In December 1948, Holmes became the victim of McCarthyism, New Zealand-style, while the PSA was pursuing wage claims. He went for his regular Friday night drinks with some parliamentary friends, leaving his car parked in parliament grounds with the windows down, his camera and satchel in the back seat. According to Annie Goldson's 1996 documentary Seeing Red, a parliamentary staffer stole the satchel. Rifling through, he found Holmes' Communist Party membership card and another damaging document - a note drafted to PSA president Jack Lewin calling a stopwork meeting and advising Lewin how to handle the meeting. The rather presumptive note suggested, among other things, that Lewin "butter the bastards up a bit" and that "after you've wound up, this resolution will be put and carried unanimously".
Lewin rejected Holmes' advice and ran the meeting his way. That didn't matter. The letter found its way to acting Prime Minister, Walter Nash, who went public with it as evidence of communist manipulation of the union movement. Nash's statement was splashed across newspapers nationwide.
"The technique indicated in the letter ... is one used by the Communist Party in many parts of the world," said Nash. "Such a technique ... not only threatens the welfare of the trade union movement but may imperil the whole structure of the State."
Holmes was fired. Blacklisted by employers, he made Fighting Back while unemployed, awaiting an appeal against his dismissal. "It was probably the first time anyone had made a film if not pointing at the state directly but certainly objecting to its activities," says Basil Holmes, who lives in retirement on Waiheke Island.
The film was not easily made - anyone seen with a camera risked being attacked by one side or the other. "Anyone involved would have been seen as an enemy of the state and the film had to be processed in Australia.
"It was the last days of the Fraser Government and they were very nasty last days. Deregistering the Carpenters' Union wreaked havoc - it helped put the Labour Government out.
"It really was a big rehearsal for what was to happen in 1951: locking workers out and setting up a scab union, threatening picketers with antiquated laws - the authorities had it all sorted out when you look at it."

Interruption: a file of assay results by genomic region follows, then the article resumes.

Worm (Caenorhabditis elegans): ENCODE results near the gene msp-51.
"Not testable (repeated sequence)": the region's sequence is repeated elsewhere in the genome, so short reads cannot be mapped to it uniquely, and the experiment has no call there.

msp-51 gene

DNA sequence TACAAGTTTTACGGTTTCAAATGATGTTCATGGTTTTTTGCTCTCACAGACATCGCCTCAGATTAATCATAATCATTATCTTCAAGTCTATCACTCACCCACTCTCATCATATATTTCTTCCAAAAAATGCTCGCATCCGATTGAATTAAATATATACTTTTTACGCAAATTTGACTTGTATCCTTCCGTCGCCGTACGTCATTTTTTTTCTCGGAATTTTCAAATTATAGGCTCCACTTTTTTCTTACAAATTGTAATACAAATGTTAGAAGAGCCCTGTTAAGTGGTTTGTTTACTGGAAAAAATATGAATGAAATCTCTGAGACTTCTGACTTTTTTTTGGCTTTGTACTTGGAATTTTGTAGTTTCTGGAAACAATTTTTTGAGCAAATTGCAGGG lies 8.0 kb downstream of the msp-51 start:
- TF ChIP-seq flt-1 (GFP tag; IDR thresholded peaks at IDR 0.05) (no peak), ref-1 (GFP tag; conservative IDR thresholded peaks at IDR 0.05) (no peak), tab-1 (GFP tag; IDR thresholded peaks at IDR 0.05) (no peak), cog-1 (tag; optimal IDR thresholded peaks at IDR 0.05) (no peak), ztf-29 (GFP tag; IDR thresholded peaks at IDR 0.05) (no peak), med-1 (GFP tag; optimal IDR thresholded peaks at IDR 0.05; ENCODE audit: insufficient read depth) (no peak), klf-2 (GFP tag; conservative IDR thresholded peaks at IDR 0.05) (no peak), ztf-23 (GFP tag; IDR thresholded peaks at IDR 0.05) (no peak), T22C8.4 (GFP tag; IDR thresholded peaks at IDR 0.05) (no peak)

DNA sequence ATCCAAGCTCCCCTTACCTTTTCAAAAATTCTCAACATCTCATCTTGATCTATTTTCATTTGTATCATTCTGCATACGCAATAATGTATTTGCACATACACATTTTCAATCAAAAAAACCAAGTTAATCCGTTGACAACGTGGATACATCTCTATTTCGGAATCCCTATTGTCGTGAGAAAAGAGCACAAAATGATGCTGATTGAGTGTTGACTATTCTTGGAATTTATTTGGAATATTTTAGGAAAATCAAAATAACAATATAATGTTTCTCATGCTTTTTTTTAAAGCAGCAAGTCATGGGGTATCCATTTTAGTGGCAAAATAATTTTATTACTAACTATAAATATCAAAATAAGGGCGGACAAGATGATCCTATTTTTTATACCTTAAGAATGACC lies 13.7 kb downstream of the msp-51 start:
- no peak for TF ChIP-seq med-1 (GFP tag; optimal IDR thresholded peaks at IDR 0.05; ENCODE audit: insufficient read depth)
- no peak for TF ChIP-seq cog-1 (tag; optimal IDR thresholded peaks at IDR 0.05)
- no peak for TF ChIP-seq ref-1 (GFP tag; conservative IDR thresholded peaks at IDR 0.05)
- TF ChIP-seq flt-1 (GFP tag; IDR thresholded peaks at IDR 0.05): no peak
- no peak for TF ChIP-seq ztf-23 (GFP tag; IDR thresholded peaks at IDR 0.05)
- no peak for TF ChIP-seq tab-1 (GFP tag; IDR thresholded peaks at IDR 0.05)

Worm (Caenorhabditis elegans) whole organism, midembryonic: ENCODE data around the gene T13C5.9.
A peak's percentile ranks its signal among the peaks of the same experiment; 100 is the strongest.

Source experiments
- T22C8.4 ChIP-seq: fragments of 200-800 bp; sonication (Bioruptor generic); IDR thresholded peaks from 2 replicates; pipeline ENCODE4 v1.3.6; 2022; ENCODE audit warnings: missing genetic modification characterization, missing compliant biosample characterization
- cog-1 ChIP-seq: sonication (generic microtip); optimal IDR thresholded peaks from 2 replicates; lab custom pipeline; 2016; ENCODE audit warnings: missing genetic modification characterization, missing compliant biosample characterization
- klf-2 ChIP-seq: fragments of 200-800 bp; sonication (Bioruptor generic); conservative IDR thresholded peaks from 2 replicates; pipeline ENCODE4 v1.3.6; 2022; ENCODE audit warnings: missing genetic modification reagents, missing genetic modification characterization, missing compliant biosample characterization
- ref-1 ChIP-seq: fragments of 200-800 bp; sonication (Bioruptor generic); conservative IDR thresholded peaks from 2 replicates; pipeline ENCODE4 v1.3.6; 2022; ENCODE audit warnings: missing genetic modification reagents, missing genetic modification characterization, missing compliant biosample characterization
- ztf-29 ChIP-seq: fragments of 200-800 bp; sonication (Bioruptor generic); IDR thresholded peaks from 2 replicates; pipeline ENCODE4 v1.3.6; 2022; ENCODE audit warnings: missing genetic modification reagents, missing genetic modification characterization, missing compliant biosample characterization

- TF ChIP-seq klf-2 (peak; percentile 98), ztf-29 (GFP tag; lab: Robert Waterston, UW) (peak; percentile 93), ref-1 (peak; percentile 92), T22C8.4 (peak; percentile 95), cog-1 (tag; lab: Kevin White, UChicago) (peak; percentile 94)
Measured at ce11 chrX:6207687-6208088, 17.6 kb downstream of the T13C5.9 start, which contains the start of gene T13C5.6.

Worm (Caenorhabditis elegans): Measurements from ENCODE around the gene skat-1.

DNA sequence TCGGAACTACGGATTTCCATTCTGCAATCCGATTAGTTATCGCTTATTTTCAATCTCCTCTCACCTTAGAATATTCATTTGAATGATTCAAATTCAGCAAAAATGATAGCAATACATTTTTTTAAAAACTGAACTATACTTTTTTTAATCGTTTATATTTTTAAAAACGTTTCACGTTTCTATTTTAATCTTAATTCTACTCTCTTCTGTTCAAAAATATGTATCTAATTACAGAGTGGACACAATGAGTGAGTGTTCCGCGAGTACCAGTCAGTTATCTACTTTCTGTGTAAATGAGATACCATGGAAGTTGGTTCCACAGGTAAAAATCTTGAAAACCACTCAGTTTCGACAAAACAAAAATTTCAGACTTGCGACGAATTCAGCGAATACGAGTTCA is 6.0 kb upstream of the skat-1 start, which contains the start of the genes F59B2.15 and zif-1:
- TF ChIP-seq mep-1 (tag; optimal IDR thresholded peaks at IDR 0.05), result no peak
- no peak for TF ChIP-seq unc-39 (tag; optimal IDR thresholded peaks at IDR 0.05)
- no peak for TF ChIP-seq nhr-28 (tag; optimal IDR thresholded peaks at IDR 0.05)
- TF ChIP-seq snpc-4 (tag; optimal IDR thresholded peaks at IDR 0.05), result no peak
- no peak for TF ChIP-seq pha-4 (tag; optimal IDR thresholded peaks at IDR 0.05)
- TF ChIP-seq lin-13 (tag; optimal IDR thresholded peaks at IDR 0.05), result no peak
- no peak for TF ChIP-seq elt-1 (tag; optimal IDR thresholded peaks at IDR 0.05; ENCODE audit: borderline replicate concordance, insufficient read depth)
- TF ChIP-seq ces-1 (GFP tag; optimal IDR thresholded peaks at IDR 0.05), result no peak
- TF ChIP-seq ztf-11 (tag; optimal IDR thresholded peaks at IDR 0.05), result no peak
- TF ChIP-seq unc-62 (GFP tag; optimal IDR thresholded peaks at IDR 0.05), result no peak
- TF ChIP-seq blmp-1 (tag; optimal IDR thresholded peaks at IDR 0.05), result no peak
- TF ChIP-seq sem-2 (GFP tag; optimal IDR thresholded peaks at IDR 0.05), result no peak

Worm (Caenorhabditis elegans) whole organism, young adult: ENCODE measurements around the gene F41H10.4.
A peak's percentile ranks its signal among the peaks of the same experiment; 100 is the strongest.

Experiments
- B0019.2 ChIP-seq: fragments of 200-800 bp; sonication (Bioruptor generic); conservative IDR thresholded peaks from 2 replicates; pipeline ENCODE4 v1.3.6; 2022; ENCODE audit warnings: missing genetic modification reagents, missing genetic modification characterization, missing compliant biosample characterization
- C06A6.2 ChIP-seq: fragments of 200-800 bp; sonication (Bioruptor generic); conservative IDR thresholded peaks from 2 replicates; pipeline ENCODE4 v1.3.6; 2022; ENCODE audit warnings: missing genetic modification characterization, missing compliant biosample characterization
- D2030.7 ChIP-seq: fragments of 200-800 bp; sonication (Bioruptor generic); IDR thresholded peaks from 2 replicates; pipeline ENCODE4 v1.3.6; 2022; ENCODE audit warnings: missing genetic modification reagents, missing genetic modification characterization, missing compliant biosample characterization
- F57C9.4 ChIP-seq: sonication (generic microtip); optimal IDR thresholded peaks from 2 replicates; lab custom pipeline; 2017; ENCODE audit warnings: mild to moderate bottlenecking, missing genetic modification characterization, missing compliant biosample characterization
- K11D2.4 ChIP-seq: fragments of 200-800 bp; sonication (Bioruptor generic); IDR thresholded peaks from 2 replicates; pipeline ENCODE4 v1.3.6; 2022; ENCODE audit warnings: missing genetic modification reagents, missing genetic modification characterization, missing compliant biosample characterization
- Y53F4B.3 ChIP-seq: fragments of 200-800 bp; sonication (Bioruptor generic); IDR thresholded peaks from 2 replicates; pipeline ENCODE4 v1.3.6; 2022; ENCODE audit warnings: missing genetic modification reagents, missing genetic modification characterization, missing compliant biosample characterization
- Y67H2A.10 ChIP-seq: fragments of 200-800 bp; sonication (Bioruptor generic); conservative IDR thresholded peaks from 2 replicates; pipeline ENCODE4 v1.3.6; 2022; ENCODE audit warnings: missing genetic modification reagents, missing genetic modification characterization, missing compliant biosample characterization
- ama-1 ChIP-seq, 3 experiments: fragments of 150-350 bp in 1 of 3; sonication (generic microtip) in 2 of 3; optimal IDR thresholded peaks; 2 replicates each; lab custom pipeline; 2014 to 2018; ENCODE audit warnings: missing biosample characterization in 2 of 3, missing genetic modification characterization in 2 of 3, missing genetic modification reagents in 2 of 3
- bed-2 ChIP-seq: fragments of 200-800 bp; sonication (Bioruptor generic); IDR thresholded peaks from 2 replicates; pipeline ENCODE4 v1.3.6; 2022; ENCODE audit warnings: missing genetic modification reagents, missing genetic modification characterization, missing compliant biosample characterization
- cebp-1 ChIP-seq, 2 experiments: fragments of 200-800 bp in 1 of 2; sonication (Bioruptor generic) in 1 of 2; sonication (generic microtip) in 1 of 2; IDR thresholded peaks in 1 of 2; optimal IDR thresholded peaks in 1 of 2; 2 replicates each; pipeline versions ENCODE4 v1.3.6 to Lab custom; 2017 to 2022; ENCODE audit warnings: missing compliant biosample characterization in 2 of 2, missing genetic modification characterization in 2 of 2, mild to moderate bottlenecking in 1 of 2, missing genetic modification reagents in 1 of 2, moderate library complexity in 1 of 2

Justice at least prevailed in Holmes' case and he won his appeal against unfair dismissal. But he felt his position at the film unit was untenable. "He did what thousands of New Zealanders have been doing ever since and went to Australia, never to return."
New Zealand's loss was Australia's gain, although his film-making continued to run foul of the authorities - particularly after he teamed up with another Kiwi in exile, socialist broadcaster Colin Scrimgeour.
Australian Film historian Stuart Cunningham says Holmes' 1950s feature films Captain Thunderbolt, celebrating the bushranger myth, and Three in One juxtapose "international stylistic ensembles virtually untouched in the Australian cinema: expressionism, social realism, neo-realism, Soviet social-class typage".
But Captain Thunderbolt waited four years for release and Three in One was withdrawn from the 1956 Sydney Film Festival after organisers were pressured over the film's socialist philosophy. The movie was sold to six countries and was well-received on the international festival circuit.
Although he eventually renounced communism, Holmes went on to embarrass the Australian Government with films about the plight of Aborigines before his death in 1994. In 1985, he was made an Australian Cinema Pioneer. He married three times. Says his brother: "He would have been a difficult man to live with."
Auckland Heritage Festival 08
* Historian David Verran leads the intriguing Symonds St Cemetery tour, Tuesday, September 23 and Thursday, October 2, from 1-2.30pm.
* Fordes Frontbench: political life in Auckland, a lecture providing a thought-provoking and humorous account of political life in Auckland from 1840-65, the period when Auckland was the nation's capital, September 29-October 3 from 7-8pm.
* Learn about the dramatic history of the stretch of waterfront marked by the Ports of Auckland's red fence, September 20, 25, 30 and October 3, from 1-2pm.
* Cornwall Park: learn about heritage and writing your family history with historian Professor Russell Stone, Sunday, September 28, 2-3pm.
* Rangitoto Island: Islington Bay tour, visit archaeological sites and baches, Saturday, September 27, ferry leaves Auckland 9.15am and Devonport 9.25am.
* For the full programme of over 100 events, which run until October 5, go to: www.aucklandcity.govt.nz/whatson
* Basil Holmes will speak at next Saturday's screening of Fighting Back at 2pm at the Auckland Trades Hall, 147 Great North Rd, Grey Lynn.
* Annie Goldson's documentary about the Holmes satchel affair Seeing Red can be viewed at the National Film Archive in Karangahape Rd. For the full archive catalogue, go to: www.filmarchive.org.nz